Category : JEE Main & Advanced

These reactions are given by those compounds which have at least one $\pi$ bond,

i.e., $(>C=C<,-C\equiv C-,-\overset{O}{\mathop{\overset{|\,|}{\mathop{C}}\,}}\,-,C\equiv N).$  In such reaction there is loss of one $\pi$ bond and gain of two $\sigma$ bonds. Thus product of the reaction is generally more stable than the reactant. The reaction is a spontaneous reaction.

Types of addition reactions : Addition reactions can be classified into three categories on the basis of the nature of initiating species.

(i) Such reactions are mainly given by alkenes and alkynes.

(ii) Electrophilic addition reactions of alkenes and alkynes are generally two step reactions.

(iii) Alkenes and alkynes give electrophilic addition with those reagents which on dissociation gives electrophile as well as nucleophile.

(iv) If the reagent is a weak acid then electrophilic addition is catalysed by strong acids (Generally ${{H}_{2}}S{{O}_{4}}$).

(v) Unsymmetrical alkenes and alkynes give addition reactions with unsymmetrical reagents according to Markownikoff?s rule.

The negative part of the addendum adds on that doubly bonded carbon of the alkene which has least number of hydrogen atom.

This rule can be used only in those alkenes which fulfil the following conditions:

(a) Alkene should be unsymmetrical.

(b) Substituent/substituents present on doubly bonded carbon/(s) should only be +I group.

(c) If phenyl group is present on doubly bonded carbon, then both doubly bonded carbons should be substituted by phenyl groups.

For example, the following alkenes will give addition according to the Markownikoff?s rule.

Following alkenes will not give addition reaction according to Markownikoff's rule

(vi) Unsymmetrical alkenes having the following general structure give addition according to anti Markownikoff's rule.  $C{{H}_{2}}=CH-G$, where G is a strong - I group such as

$-C{{X}_{3}},-N{{O}_{2,}}-CN,-CHO,-COR,-COOH,-\overset{O}{\mathop{\overset{||}{\mathop{C}}\,}}\,-Z\,\,$$(Z=Cl,OH,OR,N{{H}_{2}})$

Example:

$C{{H}_{2}}=CH-CHO+HCl\xrightarrow{\text{Anti-Markownikoff }\!\!'\!\!\text{ s addition}}{{\overset{Cl\,}{\mathop{\overset{|\,\,\,\,\,\,}{\mathop{CH}}\,}}\,}_{2}}-C{{H}_{2}}-CHO$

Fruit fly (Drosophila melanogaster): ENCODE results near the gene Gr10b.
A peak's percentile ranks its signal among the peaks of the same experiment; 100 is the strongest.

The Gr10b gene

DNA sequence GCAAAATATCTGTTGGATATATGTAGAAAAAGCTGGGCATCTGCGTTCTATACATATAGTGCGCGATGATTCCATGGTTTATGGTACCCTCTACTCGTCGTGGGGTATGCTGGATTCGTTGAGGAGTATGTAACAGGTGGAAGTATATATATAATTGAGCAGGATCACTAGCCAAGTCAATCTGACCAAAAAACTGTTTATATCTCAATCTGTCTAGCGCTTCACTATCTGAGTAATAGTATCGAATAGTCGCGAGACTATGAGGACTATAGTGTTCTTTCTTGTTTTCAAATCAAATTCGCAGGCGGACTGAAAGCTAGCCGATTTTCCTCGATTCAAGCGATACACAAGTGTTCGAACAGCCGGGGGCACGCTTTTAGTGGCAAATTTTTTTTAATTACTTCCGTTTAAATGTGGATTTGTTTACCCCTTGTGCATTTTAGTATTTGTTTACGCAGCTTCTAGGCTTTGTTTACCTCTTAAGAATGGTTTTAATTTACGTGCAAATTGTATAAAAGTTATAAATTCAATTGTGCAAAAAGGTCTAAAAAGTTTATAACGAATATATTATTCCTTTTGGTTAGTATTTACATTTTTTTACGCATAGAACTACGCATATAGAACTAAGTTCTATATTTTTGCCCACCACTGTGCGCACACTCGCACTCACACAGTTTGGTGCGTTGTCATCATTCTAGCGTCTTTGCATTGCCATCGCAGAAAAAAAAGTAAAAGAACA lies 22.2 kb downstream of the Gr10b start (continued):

(vii) Mechanism of electrophilic addition reactions is as follows,

(2) Nucleophilic addition reactions : When the addition reaction occurs on account of the initial attack of nucleophile, the reaction is said to be a nucleophilic addition reaction. Due to presence of strongly electronegative oxygen atom, the $\pi -$electrons of the carbon-oxygen double bond in carbonyl group ($C=O$) get shifted towards the oxygen atom and thereby such bond is highly polarised. This makes carbon atom of the carbonyl group electron deficient.

Example : The addition of HCN to acetone is an example of nucleophilic addition.

The mechanism of the reaction involves the following steps:

Step 1. HCN gives a proton $(\overset{\oplus }{\mathop{H}}\,)$ and a nucleophile,  cyanide ion $(\overset{\Theta }{\mathop{CN}}\,)$.

$HCN\to {{H}^{\oplus }}+C{{N}^{\Theta }}$

Step 2. The nucleophile $(C{{N}^{\Theta }})$ attacks the positively charged carbon so as to form an anion [${{H}^{\oplus }}$ does not initiate the negatively charged oxygen as anion is more stable than cation].

Step 3. The proton $({{H}^{+}})$ combines with anion to form the addition product.

In $\begin{matrix} {} \\ {} \\ \end{matrix}C=O$ compounds, the addition of liquid HCN gives cyanohydrin and the addendum is $C{{N}^{-}}$ ion and not HCN directly (addition is catalysed by bases or salts of weak acids and retarded by acids or unaffected by neutral compounds).

Nucleophilic addition (AN) reactions on carbonyl compounds will be in order:

Decreasing order of nucleophilic addition in some species.

${{C}_{6}}{{H}_{5}}C{{H}_{2}}COC{{H}_{3}}>C{{H}_{3}}COC{{H}_{3}}>{{C}_{6}}{{H}_{5}}-\overset{O}{\mathop{\overset{|\,|}{\mathop{C}}\,}}\,-C{{H}_{3}}>{{C}_{6}}{{H}_{5}}-\overset{O}{\mathop{\overset{|\,|}{\mathop{C}}\,}}\,-{{C}_{6}}{{H}_{5}}-CHO>$ $-COC{{H}_{3}}>-COCl>-COOC{{H}_{3}}>-CON{{H}_{2}}>-COOH$ 

(3) Free radical addition reactions : Those reactions which involve the initial attack by a free radical are known as free radical reactions. Addition of hydrogen bromide to alkenes (say, propylene) in the presence of peroxide (radical initiator) follows free radical mechanism. Free radical reactions generally take place in non-polar solvents such as $CC{{l}_{4}},$ high temperature, in presence of light or a free radical producing substance like ${{O}_{2}}$ and peroxides.

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